Skip to main content

Gone are the days of serving your child a simple glass of cold, creamy cow’s milk at the dinner table.

Having a glass of milk with every meal used to be a childhood staple. Milk was encouraged to promote healthy bones, teeth, and growth. Now however, there’s a plethora of dairy milk variations to choose from, such as skim, low -fat, raw, 2 per cent, lactose free or A2, and an even longer list of dairy-free milks to consider.

With almond, soy, and everything in between, how does one know which milk is the most beneficial for your child, and what the potential effects of straying away from good old faithful cow’s milk may be?

The “old-school” way of parenting often included offering babies breast milk or formula up until the age of one year. After a child’s first birthday, whole cow’s milk was commonly introduced as the main drink for toddlers.

Many adults remember their parents encouraging them to drink their milk at dinner as part of a balanced diet, but cow’s milk has become less popular as more families decide to lead dairy-free lifestyles, either because of personal preference (such as a vegan diet) or food allergies.

Today, some babies may never have cow’s milk, being fed dairy-free formula right from infancy. And as more kids grow up with dairy-free milk in their diets, doctors and researchers are looking at how they might affect children’s health as they grow.

Soy milk

Soy milk is made from either ground soybeans or soy protein powder, and since most soy milk is fortified with calcium, it tends to be most like cow’s milk. Many soy milks also contain added vitamin B12 which is important for people following a vegan diet who are at risk of being deficient in this nutrient.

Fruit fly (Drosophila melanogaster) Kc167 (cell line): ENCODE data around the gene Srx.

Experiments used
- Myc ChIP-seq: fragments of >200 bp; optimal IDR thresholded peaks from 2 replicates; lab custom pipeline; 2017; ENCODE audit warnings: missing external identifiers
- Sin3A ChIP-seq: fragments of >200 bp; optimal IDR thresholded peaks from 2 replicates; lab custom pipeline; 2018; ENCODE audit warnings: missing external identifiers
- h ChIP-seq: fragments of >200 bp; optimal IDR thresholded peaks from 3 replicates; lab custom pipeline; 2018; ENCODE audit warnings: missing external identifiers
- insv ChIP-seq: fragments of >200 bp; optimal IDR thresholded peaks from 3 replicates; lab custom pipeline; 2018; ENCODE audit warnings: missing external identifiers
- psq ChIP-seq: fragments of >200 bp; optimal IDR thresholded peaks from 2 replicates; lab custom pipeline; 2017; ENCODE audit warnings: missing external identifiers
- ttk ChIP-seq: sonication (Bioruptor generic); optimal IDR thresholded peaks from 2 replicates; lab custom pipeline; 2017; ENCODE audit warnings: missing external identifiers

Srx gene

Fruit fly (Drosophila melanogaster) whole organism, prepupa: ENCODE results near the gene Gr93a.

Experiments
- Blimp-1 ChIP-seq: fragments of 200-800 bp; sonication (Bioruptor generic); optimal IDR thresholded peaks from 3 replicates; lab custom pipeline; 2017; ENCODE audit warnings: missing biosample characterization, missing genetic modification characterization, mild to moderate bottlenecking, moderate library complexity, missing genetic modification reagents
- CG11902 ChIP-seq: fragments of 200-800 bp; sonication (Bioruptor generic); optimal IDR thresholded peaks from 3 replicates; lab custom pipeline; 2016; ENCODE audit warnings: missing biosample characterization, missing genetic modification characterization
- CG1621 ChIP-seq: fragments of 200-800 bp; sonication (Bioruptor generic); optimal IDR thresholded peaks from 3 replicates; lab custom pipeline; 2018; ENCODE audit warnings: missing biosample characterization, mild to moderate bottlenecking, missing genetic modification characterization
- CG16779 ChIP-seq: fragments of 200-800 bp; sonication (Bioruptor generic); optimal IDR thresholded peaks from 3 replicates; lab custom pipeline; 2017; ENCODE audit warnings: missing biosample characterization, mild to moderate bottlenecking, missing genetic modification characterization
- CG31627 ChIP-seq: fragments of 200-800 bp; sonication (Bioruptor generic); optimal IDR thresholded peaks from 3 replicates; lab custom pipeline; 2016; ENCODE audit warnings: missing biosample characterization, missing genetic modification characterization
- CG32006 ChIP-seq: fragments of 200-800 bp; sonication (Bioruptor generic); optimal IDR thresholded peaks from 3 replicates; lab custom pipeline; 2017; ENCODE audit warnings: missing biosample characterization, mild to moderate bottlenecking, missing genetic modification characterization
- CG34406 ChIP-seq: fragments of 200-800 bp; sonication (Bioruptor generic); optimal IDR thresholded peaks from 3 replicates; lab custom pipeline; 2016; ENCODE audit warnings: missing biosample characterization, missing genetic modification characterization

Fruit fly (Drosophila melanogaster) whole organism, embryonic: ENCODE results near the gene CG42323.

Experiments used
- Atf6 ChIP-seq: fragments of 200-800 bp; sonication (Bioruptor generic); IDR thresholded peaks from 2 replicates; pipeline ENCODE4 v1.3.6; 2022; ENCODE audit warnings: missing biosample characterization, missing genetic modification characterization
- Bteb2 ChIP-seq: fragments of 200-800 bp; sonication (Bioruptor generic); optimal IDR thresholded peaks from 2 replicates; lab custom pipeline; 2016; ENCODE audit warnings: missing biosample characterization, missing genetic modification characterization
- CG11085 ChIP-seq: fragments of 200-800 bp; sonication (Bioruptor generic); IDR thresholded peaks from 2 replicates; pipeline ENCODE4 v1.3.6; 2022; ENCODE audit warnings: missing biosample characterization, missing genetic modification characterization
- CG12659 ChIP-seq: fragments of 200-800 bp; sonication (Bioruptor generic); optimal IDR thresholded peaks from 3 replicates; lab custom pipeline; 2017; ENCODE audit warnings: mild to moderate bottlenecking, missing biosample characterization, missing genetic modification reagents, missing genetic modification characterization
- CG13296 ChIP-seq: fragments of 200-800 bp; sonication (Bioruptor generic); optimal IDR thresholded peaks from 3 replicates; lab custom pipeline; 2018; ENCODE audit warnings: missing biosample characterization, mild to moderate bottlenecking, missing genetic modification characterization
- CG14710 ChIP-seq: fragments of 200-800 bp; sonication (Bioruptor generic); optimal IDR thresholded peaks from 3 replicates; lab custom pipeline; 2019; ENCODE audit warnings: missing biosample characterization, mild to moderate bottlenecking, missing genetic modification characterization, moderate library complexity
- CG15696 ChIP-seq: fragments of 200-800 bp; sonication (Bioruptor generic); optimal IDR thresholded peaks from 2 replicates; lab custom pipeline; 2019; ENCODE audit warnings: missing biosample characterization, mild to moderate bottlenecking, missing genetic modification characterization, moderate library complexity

Children under the age of 15 months who struggle with chronic constipation may benefit from a soy-based formula.

Almond milk

Almond is made from ground almonds. Commercial almond milks vary in their almond content, containing between 2 to 14 percent almonds. Some may contain sweeteners although many no-added-sugar varieties are available.

Almond milk is lower in energy and saturated fat compared to dairy milk. It is also generally very low in protein with a typical serving containing just one gram of protein per serving.

Almond milk is soy, lactose and dairy-free. That makes it suitable for people who are allergic or intolerant to soy or dairy, or who are lactose intolerant. 

Oat milk

Oat milk is made by blending oats and water and then straining off the liquid. It is low in saturated fat and only has four grams of protein per serving. Unlike most plant-based milks, oat milk is a good source of fibre as it contains beta-glucan. Beta-glucan has been shown to help reduce cholesterol and to help control blood sugar levels.

Oat milk is naturally sweet because of its higher carbohydrate content compared to cow’s milk. Because of its properties, oat milk can be a good substitute for cow’s milk in cooking.

Oat milk is the creamiest of the plant-based milks and is a good choice in dishes that need a creamy consistency.

Rice milk

Rice milk is made from milled brown rice and water and is allergen free. During processing, many of the carbohydrates in the rice break down into smaller sugars resulting in its distinctive sweet taste. Rice milk is the least likely of the plant-based milks to be a trigger for an allergy.